Navigating /picking up the pieces and moving forward –financial success after the pandemic

Nelisiwe Masango – Financial Markets Analyst, CEO of Ubuntu Invest and one of the Entrepreneurs of the Magazine’s Top 50 Black African Women Entrepreneurs to look out for – shares a ray of light during challenging economic times. Nelisiwe believes that the entrepreneurial spirit can overcome financial hardship, given a touch of resourcefulness and determination.

“COVID-19 has changed how we live and work in ways that will alter our behaviour long after the pandemic subsides. There is an upside, however. New technology and the novel digitally savvy mindset that has emerged has created new opportunities for wealth creation and even opened people’s eyes to older ones that may have existed in the background for quite a while.

“There has been a significant rise in retail investors (individuals who manage their own funds) since the beginning of the pandemic. With recent technological developments, financial markets are now more accessible than ever before. In fact, the market volume of over-the-counter trades has increased from 10% in 2004 to 47% in 2020.

“Even where there is limited start-up capital, fresh self-employment and independent income generation potential exists. In forex and commodities trading, for example, (and here, I speak from very personal experience) anyone can open a trading account starting from as little as $30 or R500. This provides global access to the markets without socio-economic restrictions or limitations. Alternatively, an affiliate programme allows you to partner with a trading firm to generate income – both from trading and from referrals. This can all be done remotely and on any connected Smart device or computer.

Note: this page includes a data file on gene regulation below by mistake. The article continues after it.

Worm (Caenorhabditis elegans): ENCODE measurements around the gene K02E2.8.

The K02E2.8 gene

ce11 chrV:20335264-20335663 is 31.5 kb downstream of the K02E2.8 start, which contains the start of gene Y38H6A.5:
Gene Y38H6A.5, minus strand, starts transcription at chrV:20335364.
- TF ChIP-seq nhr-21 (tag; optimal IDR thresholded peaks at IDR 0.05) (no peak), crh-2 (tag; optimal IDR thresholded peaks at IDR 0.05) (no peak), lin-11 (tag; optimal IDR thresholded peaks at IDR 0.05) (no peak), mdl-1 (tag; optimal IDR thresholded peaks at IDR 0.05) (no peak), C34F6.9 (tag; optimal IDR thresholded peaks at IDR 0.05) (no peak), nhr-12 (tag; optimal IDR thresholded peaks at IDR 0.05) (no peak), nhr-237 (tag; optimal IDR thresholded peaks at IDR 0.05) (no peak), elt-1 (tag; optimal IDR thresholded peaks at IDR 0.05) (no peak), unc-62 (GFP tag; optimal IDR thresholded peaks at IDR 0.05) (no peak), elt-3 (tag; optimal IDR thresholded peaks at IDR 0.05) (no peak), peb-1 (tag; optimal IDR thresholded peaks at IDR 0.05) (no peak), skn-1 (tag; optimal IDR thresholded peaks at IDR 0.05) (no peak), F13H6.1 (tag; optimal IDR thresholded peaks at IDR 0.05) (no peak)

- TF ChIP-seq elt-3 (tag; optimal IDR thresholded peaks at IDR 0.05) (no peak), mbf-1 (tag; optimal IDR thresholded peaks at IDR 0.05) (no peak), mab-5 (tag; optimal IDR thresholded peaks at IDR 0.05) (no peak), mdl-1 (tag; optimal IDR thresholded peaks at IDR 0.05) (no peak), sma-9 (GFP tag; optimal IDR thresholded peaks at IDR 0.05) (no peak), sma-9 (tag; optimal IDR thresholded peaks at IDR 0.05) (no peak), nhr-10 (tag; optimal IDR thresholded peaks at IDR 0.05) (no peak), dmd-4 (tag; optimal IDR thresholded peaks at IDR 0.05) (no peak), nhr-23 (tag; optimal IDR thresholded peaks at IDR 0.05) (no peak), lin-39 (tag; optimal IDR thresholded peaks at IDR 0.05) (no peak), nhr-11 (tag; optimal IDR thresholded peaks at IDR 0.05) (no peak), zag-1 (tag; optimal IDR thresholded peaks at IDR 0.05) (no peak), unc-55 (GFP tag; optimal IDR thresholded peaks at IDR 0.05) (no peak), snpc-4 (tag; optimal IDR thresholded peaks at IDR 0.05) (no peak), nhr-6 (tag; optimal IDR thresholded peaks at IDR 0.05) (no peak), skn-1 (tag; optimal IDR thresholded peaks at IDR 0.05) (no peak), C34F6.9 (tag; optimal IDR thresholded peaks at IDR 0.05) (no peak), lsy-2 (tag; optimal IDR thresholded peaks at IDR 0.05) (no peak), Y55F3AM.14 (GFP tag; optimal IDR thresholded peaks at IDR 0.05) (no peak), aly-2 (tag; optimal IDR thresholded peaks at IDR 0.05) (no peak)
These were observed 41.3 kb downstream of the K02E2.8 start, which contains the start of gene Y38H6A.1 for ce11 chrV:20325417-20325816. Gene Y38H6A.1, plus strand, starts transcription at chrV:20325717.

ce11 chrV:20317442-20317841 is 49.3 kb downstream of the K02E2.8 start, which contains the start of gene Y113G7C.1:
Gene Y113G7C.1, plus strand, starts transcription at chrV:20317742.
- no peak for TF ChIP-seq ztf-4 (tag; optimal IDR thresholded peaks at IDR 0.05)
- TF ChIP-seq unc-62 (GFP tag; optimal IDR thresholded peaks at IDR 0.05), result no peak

“If you are thinking of starting out in trading and have no idea what it entails yet, starts by educating yourself. Research reputable trading companies with a proven track record. Look at reviews and make sure you don’t get caught off-guard. Then, you can start by downloading an app on either the Google Play Store or iOS App Store and open an account free of charge. For compliance and regulation purposes, you’ll need to upload your FICA (financial Intelligence Centre Act) documents (ID or passport and proof of residence not older than three months). A trading specialist should then be in touch to hold your hand through the entire learning process – so you can understand what trading is, how to navigate the platforms and how to access important resources.

“Setting up an essential self-employment or business toolkit in our current circumstances is easier than it was before – and more affordable. The pandemic has forced everyone to adapt to the digital transformation that is currently taking place. Previously, what would cost well over R50 000 in initial capital fees (for example, a small office, printer, desktop, internet contract etc), now costs considerably less by virtue of the new motto, ‘I’m working remotely’. Nowadays, all you need is data, a mobile device with a browser and social media to kickstart your entrepreneurial journey.

“One of the greatest lessons I’ve learned in business is not to increase overhead costs unnecessarily. It’s vital that we remember that not all business models are the same, so we should never compare our businesses to anyone else’s. There is no shame in starting small.

“Ultimately, whether you are investing in a business or starting out as a trader – although I would not dare to give direct advice – try to keep a few risk management strategies in mind. I would strongly suggest that you avoid taking unnecessary financial risks at all. The current economic climate isn’t ideal, so what could’ve worked out pre-pandemic might take much longer now. Overextending yourself will almost certainly lead to more problems down the line. Whether you’re dealing with a business or placing a trade, try to eliminate risk by not investing money that you need to get by or don’t have at hand. Always protect yourself.

“I will close with a thought that has always carried me, and I have found particularly relevant in these strange times:

The best you can do for yourself is to eliminate procrastination and doubt, and if not now, then when? If not you, then who? No matter what your circumstances and resources are, there is an opportunity somewhere. And you can access it if you just use what you have. Most of all, try not to lose hope.”

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